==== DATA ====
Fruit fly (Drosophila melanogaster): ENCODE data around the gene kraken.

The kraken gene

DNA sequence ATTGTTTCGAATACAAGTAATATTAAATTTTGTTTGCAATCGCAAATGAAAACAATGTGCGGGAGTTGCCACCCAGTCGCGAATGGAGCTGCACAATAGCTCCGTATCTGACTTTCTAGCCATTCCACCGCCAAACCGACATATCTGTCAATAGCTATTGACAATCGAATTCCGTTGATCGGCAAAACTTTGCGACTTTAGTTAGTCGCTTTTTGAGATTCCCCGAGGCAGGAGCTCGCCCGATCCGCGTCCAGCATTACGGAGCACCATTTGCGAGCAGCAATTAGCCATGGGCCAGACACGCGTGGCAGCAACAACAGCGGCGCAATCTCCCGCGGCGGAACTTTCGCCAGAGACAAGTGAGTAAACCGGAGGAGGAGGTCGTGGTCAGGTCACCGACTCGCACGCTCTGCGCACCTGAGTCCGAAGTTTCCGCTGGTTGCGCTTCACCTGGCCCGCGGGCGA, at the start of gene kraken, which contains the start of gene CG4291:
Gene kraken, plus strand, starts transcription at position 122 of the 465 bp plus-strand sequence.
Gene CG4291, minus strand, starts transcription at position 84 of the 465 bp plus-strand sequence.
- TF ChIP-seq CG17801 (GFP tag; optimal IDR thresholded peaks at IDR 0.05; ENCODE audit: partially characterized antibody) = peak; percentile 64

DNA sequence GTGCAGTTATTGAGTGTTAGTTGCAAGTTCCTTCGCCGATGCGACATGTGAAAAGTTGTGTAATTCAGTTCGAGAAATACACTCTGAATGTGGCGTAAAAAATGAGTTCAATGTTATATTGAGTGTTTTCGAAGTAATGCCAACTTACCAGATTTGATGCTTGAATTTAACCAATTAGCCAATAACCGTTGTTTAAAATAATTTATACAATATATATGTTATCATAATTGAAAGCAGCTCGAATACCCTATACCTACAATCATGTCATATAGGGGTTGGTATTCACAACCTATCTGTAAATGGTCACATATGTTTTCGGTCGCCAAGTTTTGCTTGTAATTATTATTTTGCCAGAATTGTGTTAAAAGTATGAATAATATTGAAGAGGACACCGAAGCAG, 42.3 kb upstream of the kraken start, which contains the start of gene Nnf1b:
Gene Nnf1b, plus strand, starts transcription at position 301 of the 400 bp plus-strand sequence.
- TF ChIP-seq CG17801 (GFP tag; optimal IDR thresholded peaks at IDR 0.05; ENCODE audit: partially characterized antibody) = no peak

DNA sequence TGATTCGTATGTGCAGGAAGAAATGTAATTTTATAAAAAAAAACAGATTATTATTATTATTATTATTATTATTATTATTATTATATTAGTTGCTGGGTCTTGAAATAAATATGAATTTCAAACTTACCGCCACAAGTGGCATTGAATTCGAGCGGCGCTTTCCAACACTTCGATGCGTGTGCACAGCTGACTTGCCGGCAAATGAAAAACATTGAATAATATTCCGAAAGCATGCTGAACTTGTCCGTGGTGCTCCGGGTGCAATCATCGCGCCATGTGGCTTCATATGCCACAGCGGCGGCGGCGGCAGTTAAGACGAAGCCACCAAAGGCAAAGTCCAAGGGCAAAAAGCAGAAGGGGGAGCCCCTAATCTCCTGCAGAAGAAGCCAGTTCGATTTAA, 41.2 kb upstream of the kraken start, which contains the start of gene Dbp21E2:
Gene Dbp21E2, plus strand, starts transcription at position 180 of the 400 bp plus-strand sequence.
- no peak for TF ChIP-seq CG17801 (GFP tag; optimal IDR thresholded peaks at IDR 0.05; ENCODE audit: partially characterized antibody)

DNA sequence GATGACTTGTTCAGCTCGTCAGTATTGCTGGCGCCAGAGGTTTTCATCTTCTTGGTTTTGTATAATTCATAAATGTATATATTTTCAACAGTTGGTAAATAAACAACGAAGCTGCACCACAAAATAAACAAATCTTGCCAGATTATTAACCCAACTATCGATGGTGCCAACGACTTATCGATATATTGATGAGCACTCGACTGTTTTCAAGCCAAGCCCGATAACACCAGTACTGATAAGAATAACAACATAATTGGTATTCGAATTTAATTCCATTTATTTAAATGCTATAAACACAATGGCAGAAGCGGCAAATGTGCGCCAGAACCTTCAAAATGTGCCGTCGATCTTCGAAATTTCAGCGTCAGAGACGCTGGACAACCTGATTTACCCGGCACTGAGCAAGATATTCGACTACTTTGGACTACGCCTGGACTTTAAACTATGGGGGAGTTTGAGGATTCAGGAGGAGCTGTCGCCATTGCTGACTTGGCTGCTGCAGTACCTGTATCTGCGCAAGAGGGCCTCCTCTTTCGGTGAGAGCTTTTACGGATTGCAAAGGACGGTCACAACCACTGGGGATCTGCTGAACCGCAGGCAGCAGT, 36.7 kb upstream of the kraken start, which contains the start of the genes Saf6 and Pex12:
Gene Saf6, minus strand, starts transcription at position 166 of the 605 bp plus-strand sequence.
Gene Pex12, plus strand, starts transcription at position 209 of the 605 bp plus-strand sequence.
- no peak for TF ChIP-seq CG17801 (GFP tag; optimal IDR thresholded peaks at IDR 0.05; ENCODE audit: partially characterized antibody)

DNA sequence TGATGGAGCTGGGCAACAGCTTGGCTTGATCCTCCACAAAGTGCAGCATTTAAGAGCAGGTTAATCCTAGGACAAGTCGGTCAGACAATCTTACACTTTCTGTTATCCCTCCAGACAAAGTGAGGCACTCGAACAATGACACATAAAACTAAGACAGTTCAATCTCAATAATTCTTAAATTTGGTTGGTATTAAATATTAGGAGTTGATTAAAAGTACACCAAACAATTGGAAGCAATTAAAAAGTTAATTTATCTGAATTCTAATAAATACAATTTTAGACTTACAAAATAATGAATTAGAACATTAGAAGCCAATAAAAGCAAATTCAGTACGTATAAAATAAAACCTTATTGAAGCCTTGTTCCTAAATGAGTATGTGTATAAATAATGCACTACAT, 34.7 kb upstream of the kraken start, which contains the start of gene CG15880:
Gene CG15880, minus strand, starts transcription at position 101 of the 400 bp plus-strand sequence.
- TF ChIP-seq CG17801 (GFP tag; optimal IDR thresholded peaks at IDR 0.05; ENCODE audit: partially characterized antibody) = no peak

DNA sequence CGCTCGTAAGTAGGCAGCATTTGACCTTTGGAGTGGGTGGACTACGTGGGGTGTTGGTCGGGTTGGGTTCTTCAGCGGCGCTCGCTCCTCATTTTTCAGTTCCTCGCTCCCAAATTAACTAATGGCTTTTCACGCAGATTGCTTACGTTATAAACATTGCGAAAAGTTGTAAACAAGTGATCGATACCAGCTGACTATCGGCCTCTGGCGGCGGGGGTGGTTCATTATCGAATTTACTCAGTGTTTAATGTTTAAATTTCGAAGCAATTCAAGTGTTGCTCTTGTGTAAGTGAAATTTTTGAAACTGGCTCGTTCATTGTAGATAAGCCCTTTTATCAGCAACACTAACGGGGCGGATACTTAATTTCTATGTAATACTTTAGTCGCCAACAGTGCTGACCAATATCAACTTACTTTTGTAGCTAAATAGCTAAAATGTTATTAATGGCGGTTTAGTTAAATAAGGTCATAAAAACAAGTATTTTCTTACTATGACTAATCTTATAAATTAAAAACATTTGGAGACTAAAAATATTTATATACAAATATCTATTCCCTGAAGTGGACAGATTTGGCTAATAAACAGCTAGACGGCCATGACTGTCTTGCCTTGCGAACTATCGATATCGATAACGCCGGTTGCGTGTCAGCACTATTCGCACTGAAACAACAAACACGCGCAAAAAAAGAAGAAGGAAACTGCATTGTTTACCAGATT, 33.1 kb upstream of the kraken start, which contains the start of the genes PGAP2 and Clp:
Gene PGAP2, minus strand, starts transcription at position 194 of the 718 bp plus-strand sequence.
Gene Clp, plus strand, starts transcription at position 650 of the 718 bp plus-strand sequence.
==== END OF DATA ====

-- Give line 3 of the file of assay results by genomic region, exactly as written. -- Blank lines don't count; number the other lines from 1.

DNA sequence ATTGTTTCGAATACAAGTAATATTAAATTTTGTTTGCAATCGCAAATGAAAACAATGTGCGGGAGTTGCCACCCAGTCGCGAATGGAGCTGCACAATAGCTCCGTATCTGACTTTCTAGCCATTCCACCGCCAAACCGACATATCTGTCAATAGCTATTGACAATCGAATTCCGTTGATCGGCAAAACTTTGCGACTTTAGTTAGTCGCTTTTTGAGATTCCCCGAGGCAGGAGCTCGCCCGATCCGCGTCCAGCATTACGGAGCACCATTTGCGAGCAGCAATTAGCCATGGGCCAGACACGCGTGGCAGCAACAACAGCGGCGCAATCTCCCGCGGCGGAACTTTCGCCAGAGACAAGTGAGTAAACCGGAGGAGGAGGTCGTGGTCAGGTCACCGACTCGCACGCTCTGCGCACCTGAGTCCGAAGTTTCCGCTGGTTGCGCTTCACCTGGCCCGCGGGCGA, at the start of gene kraken, which contains the start of gene CG4291: